Opportunities, Risks, and Common Challenges


This is a panel session on some of the common challenges in implementing behavioural insights and ways to overcome them. Session speakers include: 

Dr Thia Jang Ping, Director,Singapore Ministry of Finance

  • The potential general equilibrium effect of behavioural interventions isn’t always discussed in the literature. If everyone does it, what level of shifting will occur? It’s very difficult to generalise from small trials.
  • Nudges touch on value systems. Even if a concept appears to support a desired behaviour, and has been proven to be successful elsewhere, it won’t always be compatible with the value system of the prospective trial area. 

Professor Michael Hiscox, Harvard University

  • The biggest immediate obstacle is that a leader (an elected policy maker) says they know what works. In fact, they’ve often been elected or come to office because they convincingly say they know what works and they will do it immediately and at full scale. This is a big obstacle to saying that we need to test first.It is often very politically difficult to say that we’re not sure how to do this, let alone whether we should do this at full scale.
  • Another big obstacle is amongst the practitioners. Here, the typical understanding of evaluation is that it’s something done after a program or policy has been implemented, often retrospectively after some numbers of years. There are huge problems of attribution, in identifying a change in outcomes to a particular program. It’s very hard to tease out causality.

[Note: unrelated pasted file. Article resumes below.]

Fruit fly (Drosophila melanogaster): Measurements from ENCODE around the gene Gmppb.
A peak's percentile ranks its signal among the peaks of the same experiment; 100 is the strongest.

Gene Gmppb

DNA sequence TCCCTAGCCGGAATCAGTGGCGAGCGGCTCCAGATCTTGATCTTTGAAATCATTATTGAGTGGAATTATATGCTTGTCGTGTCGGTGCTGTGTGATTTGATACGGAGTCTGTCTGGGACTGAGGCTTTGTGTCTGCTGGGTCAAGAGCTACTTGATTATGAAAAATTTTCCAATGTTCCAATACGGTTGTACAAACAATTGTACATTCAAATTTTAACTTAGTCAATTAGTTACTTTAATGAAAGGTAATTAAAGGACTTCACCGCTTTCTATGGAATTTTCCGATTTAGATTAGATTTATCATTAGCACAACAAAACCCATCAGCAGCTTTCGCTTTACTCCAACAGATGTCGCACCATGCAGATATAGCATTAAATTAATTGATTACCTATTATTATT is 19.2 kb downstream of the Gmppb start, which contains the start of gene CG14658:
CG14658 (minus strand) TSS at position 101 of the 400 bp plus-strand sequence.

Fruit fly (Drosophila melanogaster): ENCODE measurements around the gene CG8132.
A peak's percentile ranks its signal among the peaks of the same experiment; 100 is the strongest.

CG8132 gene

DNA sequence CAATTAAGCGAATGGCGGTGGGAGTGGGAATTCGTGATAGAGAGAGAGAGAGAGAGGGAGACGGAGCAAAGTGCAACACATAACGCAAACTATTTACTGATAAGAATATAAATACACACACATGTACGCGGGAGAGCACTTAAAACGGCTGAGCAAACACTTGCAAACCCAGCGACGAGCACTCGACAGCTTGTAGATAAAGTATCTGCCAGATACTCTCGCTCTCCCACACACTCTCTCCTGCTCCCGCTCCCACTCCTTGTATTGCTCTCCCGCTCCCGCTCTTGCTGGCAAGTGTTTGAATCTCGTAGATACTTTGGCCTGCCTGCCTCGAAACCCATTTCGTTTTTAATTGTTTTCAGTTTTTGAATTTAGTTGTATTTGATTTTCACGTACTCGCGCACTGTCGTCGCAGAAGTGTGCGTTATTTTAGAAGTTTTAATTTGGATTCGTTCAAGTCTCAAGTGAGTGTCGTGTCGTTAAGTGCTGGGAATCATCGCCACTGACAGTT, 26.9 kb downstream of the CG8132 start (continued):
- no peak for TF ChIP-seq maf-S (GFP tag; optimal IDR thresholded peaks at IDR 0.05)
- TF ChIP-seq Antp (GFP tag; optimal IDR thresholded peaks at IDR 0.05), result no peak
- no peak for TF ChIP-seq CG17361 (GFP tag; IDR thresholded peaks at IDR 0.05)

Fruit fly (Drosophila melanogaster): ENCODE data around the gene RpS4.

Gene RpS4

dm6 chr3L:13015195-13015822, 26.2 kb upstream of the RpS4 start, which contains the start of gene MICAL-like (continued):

• The final obstacle to evaluating public policy is that it is very hard to talk to practitioners about evaluating their program or policy in a climate where their funding has been cut. 

Professor Peter Shergold AC, Chancellor, University of Western Sydney

  • A key problem of 21st century governance is that the citizens who are outraged at loss of government support are the same ones outraged about incursion of the state into their private lives (e.g. exercise, eating, and power usage). New approaches are need, and behavioural interventions form part of these new tools.
  • Citizens should help to co-design the programs they need. Not for profits should also be considered in the design of policy, not just delivery.  
  • Given half a chance, citizens want to contribute to public values. There is a great potential for behavioural interventions to tap into this.

Mr Nicholas Gruen, CEO, Lateral Economics

  • There is so much that’s great about the Nudge approach but it is worth saying that it’s nothing much more than applied common-sense. It is worth asking ourselves why it’s taken so long to have someone say that it would be nice to test things. Some of these things have been commonplace to people doing marketing since the 1920s. 
  • We are addicted to top-down: taking, strategizing and directing. Nudge talk is the same except that lots of people involved in these ideas are very amendable to actually trying to involve grassroots more. In a way, it is empowering the grassroots by letting them speaking in RCTs and other ways. 
  • One potential weakness for Nudge is that it’s another gloss on the lionisation of choice. For example, in superannuation, hanging on to choice at every stage may not be the best thing to do. It may be more appropriate to go directly for the goal. 
Facilitated by Mr Martin Stewart-Weeks